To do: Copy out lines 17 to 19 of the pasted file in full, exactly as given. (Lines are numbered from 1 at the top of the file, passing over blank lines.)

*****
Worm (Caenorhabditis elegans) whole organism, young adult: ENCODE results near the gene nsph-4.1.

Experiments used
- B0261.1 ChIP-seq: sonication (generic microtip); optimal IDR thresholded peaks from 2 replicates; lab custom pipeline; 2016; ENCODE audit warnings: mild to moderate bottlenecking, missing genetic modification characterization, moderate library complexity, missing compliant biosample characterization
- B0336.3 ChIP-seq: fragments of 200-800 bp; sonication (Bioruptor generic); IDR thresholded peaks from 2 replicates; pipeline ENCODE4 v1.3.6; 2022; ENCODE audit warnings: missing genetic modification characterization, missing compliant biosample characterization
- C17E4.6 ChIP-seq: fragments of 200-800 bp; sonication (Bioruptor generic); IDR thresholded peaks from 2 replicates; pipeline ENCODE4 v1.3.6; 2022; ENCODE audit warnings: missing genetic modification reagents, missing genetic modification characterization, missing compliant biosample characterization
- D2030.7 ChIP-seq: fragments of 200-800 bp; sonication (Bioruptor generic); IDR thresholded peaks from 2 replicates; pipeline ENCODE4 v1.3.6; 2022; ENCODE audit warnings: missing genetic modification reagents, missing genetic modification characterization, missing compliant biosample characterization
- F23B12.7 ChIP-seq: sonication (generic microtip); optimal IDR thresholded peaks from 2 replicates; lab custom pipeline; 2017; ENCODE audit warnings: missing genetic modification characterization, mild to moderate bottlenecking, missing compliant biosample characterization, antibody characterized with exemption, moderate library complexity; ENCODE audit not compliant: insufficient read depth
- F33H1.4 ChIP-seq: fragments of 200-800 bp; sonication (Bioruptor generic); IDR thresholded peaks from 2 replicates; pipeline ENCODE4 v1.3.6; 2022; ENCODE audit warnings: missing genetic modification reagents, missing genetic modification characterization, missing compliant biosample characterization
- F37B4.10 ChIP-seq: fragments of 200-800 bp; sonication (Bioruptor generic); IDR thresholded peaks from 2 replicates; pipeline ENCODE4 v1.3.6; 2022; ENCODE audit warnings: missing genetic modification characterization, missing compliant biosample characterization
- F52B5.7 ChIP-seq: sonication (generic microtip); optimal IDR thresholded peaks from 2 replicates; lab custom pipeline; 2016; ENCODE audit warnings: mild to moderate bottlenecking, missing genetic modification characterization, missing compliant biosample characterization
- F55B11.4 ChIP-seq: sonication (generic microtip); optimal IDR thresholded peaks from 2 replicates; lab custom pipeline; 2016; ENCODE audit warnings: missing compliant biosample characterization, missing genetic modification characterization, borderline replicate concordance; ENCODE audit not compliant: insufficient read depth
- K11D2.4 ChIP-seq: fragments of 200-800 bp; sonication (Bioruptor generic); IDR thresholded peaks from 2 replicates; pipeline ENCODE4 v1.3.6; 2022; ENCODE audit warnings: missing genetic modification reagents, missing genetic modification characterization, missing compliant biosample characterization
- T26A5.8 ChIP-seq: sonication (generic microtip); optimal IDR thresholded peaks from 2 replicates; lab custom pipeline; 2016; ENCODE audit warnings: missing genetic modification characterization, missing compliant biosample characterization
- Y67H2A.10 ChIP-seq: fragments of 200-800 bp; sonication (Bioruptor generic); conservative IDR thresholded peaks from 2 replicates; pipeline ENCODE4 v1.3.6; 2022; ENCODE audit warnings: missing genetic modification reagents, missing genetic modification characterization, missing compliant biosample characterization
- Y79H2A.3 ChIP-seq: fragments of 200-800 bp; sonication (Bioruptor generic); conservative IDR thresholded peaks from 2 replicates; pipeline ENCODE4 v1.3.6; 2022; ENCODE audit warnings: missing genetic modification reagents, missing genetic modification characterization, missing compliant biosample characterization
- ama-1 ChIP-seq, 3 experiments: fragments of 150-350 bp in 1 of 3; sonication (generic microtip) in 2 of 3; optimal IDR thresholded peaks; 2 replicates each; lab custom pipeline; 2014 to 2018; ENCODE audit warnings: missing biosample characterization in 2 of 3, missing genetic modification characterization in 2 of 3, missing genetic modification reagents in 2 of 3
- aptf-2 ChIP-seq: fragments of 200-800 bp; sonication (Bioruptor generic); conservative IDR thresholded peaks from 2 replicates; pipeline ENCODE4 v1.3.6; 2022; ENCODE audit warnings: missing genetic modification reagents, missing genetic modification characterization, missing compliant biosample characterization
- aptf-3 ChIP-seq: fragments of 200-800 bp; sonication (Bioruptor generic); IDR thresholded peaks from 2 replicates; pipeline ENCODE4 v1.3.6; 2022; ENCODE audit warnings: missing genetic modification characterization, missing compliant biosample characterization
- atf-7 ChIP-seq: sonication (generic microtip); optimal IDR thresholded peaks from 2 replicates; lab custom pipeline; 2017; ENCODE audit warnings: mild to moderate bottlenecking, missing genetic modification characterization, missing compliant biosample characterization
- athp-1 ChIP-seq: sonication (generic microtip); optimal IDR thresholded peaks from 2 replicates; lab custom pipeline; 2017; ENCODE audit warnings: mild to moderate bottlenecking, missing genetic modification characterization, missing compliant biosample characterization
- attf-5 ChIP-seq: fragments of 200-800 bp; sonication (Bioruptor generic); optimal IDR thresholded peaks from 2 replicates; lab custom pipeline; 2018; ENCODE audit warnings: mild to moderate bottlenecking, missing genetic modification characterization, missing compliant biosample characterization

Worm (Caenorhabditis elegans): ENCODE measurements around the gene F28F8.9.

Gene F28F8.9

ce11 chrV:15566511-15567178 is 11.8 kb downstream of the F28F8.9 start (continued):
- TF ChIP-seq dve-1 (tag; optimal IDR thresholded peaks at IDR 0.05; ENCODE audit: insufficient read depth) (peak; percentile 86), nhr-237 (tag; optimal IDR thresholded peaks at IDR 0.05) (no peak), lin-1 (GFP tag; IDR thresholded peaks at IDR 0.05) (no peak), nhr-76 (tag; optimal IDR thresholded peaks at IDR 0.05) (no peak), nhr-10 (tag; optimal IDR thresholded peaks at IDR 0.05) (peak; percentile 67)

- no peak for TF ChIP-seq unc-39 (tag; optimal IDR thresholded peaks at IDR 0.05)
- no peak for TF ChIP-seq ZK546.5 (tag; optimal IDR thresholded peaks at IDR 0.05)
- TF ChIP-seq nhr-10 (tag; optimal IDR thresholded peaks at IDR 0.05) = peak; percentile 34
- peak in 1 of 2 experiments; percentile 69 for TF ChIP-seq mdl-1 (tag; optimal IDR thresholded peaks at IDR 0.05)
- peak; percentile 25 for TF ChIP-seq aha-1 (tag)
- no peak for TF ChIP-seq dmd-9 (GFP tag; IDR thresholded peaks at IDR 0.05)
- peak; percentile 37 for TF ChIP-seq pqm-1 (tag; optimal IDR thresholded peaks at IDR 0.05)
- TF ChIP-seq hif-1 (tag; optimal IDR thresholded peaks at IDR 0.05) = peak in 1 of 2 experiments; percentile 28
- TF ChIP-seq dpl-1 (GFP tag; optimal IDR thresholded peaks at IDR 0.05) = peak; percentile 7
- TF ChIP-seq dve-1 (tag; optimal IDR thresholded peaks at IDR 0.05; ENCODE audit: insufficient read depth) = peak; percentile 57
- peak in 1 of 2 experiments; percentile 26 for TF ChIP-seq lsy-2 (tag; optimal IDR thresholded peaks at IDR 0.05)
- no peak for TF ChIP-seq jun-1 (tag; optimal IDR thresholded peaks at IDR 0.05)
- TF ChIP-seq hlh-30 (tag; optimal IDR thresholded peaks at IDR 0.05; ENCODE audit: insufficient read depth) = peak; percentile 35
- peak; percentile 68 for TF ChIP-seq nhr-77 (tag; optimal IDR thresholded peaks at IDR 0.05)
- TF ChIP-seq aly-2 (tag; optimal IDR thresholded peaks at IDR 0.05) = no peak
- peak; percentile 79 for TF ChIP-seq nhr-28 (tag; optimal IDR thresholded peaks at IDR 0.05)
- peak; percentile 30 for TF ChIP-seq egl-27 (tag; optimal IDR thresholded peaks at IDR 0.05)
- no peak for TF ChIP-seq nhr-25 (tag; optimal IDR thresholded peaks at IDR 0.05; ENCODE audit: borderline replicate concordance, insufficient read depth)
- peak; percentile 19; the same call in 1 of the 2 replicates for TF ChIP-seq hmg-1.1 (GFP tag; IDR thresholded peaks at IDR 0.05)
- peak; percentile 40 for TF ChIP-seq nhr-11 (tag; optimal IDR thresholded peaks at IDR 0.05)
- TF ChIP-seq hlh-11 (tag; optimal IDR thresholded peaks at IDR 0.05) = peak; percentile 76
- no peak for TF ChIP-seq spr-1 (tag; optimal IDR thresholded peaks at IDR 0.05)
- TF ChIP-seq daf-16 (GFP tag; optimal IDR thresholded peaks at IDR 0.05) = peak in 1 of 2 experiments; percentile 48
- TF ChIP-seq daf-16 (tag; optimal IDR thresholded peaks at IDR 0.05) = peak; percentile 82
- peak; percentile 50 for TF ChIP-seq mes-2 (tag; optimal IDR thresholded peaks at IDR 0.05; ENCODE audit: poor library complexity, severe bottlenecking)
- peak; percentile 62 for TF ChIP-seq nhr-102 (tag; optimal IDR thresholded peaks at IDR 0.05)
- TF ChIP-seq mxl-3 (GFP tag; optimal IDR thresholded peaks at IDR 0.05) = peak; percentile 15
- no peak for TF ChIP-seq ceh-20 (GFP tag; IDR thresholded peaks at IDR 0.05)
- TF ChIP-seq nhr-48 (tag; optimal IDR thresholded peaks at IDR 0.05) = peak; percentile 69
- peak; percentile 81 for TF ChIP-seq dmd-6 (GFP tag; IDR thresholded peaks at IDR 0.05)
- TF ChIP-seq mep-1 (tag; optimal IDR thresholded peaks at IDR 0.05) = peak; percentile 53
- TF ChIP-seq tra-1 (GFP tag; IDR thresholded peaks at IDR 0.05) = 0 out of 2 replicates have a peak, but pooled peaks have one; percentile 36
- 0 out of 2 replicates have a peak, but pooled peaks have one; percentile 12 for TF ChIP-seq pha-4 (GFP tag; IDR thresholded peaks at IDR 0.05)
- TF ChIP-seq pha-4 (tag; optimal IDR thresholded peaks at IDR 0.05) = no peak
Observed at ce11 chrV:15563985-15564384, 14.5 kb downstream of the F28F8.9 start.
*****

- aptf-2 ChIP-seq: fragments of 200-800 bp; sonication (Bioruptor generic); conservative IDR thresholded peaks from 2 replicates; pipeline ENCODE4 v1.3.6; 2022; ENCODE audit warnings: missing genetic modification reagents, missing genetic modification characterization, missing compliant biosample characterization
- aptf-3 ChIP-seq: fragments of 200-800 bp; sonication (Bioruptor generic); IDR thresholded peaks from 2 replicates; pipeline ENCODE4 v1.3.6; 2022; ENCODE audit warnings: missing genetic modification characterization, missing compliant biosample characterization
- atf-7 ChIP-seq: sonication (generic microtip); optimal IDR thresholded peaks from 2 replicates; lab custom pipeline; 2017; ENCODE audit warnings: mild to moderate bottlenecking, missing genetic modification characterization, missing compliant biosample characterization